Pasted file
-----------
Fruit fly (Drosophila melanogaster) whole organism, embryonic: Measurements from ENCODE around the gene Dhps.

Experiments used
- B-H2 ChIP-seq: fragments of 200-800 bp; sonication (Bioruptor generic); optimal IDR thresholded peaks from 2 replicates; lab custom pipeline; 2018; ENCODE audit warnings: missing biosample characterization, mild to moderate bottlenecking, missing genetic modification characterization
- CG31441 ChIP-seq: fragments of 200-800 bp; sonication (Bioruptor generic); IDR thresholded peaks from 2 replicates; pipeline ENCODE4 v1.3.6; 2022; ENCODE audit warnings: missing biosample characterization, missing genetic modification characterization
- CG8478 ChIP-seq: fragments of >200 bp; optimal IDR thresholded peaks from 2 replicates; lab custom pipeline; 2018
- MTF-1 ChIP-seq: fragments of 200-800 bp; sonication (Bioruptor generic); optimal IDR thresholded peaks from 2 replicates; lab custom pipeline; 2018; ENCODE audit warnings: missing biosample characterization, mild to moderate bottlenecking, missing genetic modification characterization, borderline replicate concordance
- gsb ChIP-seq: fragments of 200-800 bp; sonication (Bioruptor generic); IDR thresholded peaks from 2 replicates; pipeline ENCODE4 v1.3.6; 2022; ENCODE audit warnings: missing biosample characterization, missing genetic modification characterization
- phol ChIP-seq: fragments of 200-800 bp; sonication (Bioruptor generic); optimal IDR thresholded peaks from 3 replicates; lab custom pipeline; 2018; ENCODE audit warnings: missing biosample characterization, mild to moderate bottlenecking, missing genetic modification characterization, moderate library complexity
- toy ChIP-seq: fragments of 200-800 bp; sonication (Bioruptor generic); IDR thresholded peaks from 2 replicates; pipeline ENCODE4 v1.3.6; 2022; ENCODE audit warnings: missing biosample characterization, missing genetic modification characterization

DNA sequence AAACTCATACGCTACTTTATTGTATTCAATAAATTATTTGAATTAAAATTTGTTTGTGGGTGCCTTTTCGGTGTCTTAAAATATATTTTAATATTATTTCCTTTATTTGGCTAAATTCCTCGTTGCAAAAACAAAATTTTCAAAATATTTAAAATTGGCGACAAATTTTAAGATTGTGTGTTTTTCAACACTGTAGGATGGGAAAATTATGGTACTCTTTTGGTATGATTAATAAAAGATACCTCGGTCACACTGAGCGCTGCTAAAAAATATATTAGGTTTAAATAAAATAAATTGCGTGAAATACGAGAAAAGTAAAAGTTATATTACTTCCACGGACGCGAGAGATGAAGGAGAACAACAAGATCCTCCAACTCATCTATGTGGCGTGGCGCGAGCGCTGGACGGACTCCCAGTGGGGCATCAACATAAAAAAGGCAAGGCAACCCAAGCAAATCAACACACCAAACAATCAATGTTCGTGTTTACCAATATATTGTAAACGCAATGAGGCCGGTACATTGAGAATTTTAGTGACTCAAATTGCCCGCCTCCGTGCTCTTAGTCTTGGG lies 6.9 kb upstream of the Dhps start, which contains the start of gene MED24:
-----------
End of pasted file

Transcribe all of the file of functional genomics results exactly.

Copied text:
Fruit fly (Drosophila melanogaster) whole organism, embryonic: Measurements from ENCODE around the gene Dhps.

Experiments used
- B-H2 ChIP-seq: fragments of 200-800 bp; sonication (Bioruptor generic); optimal IDR thresholded peaks from 2 replicates; lab custom pipeline; 2018; ENCODE audit warnings: missing biosample characterization, mild to moderate bottlenecking, missing genetic modification characterization
- CG31441 ChIP-seq: fragments of 200-800 bp; sonication (Bioruptor generic); IDR thresholded peaks from 2 replicates; pipeline ENCODE4 v1.3.6; 2022; ENCODE audit warnings: missing biosample characterization, missing genetic modification characterization
- CG8478 ChIP-seq: fragments of >200 bp; optimal IDR thresholded peaks from 2 replicates; lab custom pipeline; 2018
- MTF-1 ChIP-seq: fragments of 200-800 bp; sonication (Bioruptor generic); optimal IDR thresholded peaks from 2 replicates; lab custom pipeline; 2018; ENCODE audit warnings: missing biosample characterization, mild to moderate bottlenecking, missing genetic modification characterization, borderline replicate concordance
- gsb ChIP-seq: fragments of 200-800 bp; sonication (Bioruptor generic); IDR thresholded peaks from 2 replicates; pipeline ENCODE4 v1.3.6; 2022; ENCODE audit warnings: missing biosample characterization, missing genetic modification characterization
- phol ChIP-seq: fragments of 200-800 bp; sonication (Bioruptor generic); optimal IDR thresholded peaks from 3 replicates; lab custom pipeline; 2018; ENCODE audit warnings: missing biosample characterization, mild to moderate bottlenecking, missing genetic modification characterization, moderate library complexity
- toy ChIP-seq: fragments of 200-800 bp; sonication (Bioruptor generic); IDR thresholded peaks from 2 replicates; pipeline ENCODE4 v1.3.6; 2022; ENCODE audit warnings: missing biosample characterization, missing genetic modification characterization

DNA sequence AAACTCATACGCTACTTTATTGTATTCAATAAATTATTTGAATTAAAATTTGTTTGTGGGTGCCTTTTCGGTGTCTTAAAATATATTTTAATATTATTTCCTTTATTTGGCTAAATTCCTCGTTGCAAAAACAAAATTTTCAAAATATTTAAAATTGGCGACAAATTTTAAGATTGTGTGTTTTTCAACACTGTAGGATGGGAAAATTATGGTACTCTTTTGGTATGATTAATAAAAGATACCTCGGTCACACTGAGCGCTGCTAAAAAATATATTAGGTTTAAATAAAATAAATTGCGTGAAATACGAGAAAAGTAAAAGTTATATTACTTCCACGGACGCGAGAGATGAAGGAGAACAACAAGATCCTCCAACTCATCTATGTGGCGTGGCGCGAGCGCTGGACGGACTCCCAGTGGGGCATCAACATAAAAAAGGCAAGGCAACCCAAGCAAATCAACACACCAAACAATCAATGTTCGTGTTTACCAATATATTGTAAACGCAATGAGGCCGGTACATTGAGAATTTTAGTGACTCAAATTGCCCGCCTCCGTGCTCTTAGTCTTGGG lies 6.9 kb upstream of the Dhps start, which contains the start of gene MED24: